Organizing Report Data


Priority enables you to organize the data displayed in reports. You can ensure that records are distinct (i.e., prevent the multiple appearance of identical records); you can sort data according to one or more columns; you can group data; you can place certain columns in a header; and you can perform certain functions upon the members of a group.

Distinct Records

Sometimes, a report will generate the same records more than once. Take the case of the ORDDELAY report, which displays all sales orders that meet two conditions:

  • they have not been fully supplied to the customer (at least one order item is still due); and
  • the due dates of those items have already passed.

Hence, an order will be displayed if the balance of at least one of its order items is greater than 0 and its due date is prior to today’s date. As several items in a given order may have a balance greater than 0, the same order can appear more than once in the report. To prevent the repeated appearance, you must indicate that records should be distinct.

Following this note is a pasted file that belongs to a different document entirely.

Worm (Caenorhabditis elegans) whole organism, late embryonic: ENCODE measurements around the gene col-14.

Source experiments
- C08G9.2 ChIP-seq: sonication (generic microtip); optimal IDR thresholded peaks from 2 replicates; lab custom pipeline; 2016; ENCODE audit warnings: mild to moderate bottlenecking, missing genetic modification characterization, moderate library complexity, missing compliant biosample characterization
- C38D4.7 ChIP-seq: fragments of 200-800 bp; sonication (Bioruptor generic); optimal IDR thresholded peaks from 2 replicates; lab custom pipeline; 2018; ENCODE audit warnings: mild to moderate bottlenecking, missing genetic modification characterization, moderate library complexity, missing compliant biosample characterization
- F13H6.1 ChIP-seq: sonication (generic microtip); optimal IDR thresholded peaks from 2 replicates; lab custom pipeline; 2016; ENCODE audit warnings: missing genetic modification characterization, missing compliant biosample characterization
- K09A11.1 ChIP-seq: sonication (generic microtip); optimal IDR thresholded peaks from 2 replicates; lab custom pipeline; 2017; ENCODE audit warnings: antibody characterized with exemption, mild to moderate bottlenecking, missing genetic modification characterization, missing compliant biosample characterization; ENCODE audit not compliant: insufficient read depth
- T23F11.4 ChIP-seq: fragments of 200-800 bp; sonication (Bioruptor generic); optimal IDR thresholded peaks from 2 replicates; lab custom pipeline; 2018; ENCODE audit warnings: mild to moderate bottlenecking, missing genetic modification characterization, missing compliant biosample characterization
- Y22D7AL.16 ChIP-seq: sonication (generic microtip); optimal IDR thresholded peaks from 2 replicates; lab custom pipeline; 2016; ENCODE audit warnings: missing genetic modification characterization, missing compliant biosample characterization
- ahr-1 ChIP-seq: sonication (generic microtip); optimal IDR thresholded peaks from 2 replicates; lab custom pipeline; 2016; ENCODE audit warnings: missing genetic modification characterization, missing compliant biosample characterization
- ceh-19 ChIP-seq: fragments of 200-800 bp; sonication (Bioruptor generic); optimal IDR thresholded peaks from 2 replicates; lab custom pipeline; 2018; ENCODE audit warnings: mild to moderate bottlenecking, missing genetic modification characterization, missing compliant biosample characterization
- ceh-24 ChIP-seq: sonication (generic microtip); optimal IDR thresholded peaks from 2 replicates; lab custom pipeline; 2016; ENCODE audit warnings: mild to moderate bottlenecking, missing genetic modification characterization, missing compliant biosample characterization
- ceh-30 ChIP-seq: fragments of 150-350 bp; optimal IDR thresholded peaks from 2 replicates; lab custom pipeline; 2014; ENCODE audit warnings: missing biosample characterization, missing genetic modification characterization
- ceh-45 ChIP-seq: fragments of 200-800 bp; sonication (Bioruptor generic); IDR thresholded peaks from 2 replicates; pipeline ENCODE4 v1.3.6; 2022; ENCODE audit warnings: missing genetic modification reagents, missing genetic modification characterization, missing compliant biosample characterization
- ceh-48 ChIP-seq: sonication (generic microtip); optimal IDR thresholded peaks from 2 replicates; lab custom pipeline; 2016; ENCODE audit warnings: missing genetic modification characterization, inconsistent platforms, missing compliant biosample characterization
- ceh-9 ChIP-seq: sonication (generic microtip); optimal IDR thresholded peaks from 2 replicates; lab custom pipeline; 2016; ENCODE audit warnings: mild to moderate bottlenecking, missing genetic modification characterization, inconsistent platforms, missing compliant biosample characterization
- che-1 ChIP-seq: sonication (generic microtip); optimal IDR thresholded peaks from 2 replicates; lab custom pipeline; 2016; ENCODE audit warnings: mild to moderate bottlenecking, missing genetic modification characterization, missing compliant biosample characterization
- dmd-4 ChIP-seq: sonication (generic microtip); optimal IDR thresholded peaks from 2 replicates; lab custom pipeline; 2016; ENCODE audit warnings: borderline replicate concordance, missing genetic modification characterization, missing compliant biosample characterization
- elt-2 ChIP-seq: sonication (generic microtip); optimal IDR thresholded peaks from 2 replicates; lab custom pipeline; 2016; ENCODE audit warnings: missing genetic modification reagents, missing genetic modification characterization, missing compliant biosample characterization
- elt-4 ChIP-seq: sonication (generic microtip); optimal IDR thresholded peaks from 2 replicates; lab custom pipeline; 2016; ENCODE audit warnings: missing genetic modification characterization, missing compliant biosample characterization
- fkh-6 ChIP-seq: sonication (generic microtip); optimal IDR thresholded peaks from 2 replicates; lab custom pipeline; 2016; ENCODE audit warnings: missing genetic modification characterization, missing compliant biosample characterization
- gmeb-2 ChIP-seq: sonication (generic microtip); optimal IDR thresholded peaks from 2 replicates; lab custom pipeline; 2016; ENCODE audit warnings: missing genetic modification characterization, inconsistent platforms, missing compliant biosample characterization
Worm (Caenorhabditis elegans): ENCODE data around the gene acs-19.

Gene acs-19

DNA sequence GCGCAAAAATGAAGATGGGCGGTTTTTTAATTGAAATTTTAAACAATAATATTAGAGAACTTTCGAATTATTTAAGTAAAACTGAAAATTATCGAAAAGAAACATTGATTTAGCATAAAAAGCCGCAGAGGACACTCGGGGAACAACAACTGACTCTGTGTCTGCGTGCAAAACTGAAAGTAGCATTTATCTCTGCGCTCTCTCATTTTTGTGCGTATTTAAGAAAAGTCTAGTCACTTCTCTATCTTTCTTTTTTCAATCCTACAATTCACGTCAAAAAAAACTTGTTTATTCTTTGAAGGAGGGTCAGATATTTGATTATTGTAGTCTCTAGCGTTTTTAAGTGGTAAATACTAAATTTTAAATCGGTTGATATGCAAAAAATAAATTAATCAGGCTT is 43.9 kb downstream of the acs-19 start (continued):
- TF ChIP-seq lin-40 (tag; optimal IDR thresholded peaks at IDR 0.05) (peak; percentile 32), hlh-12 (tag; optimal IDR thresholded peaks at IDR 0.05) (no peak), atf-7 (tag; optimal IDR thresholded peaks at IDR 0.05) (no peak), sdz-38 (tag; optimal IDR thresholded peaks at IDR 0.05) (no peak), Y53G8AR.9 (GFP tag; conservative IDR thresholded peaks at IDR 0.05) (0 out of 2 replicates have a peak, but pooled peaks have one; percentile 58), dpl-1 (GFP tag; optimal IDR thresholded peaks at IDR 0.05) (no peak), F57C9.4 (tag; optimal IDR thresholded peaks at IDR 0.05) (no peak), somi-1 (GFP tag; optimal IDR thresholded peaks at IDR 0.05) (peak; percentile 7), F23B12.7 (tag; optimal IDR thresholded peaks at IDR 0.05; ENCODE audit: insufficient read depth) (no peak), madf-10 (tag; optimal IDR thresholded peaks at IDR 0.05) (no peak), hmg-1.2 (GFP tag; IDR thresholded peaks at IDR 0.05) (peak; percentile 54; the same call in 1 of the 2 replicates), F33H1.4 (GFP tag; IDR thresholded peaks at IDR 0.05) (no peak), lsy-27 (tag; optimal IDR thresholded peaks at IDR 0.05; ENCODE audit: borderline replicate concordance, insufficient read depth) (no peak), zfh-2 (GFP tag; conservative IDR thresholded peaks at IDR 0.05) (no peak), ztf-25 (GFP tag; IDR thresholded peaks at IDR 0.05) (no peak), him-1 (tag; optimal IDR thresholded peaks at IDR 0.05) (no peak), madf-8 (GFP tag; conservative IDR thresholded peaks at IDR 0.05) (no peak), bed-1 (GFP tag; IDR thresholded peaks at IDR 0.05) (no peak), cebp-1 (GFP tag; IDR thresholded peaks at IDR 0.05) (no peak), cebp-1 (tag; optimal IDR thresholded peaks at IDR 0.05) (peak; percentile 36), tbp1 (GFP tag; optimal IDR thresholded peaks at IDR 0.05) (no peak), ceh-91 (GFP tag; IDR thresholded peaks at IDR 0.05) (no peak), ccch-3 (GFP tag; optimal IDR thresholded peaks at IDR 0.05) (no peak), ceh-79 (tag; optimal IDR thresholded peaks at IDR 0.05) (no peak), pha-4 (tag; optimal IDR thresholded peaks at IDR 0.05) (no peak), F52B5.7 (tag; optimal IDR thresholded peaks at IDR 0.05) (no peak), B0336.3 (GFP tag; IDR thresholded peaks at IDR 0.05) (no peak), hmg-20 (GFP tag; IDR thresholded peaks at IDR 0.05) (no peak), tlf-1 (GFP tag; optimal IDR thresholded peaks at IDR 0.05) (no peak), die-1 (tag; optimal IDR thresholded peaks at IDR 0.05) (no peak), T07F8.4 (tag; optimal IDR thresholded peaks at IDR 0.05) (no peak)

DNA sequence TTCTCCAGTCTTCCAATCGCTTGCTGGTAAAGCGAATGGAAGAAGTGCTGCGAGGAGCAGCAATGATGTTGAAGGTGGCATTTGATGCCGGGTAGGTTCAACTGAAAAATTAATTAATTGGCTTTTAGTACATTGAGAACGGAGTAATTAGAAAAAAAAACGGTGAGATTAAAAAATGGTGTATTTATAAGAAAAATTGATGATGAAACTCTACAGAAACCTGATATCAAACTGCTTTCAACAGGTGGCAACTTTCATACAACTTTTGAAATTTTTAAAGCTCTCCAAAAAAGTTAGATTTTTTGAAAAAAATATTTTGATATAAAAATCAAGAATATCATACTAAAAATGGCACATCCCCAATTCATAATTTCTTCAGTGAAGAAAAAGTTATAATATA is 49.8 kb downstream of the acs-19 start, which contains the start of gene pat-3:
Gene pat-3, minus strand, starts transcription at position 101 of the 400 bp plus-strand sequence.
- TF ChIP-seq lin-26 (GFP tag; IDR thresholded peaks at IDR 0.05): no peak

Flag the Distinct column of the Report Generator form.


Sorting data in reports is similar to sorting records in forms. Here, too, you can assign sort priorities to one or more columns, and you may designate the type of sort (in the Report Columns form). The records in a given report will be sorted first according to the data in the column with the highest sort priority; then according to the data for the column with the next highest sort priority; and so on. Sorts will be performed in ascending order, unless a different sort type is specified (the other options are descending sort, alphanumeric ascending and alphanumeric descending; for details, see Sorting Data).


  • It is possible to sort data according to a column which does not appear during report output.
  • Do not change the sorting of a standard report. Instead, copy the existing report and revise the copy to suit your needs.


Displayed columns are often organized into groups. When you group records together, you can perform certain operations on the group as a whole.

Example: A report displaying sales orders groups data by customer and order number. Thus, all orders from the same customer are displayed together, and details are presented for each order in turn. Sales totals can then be calculated for each subgroup (i.e., order) and group (i.e., customer).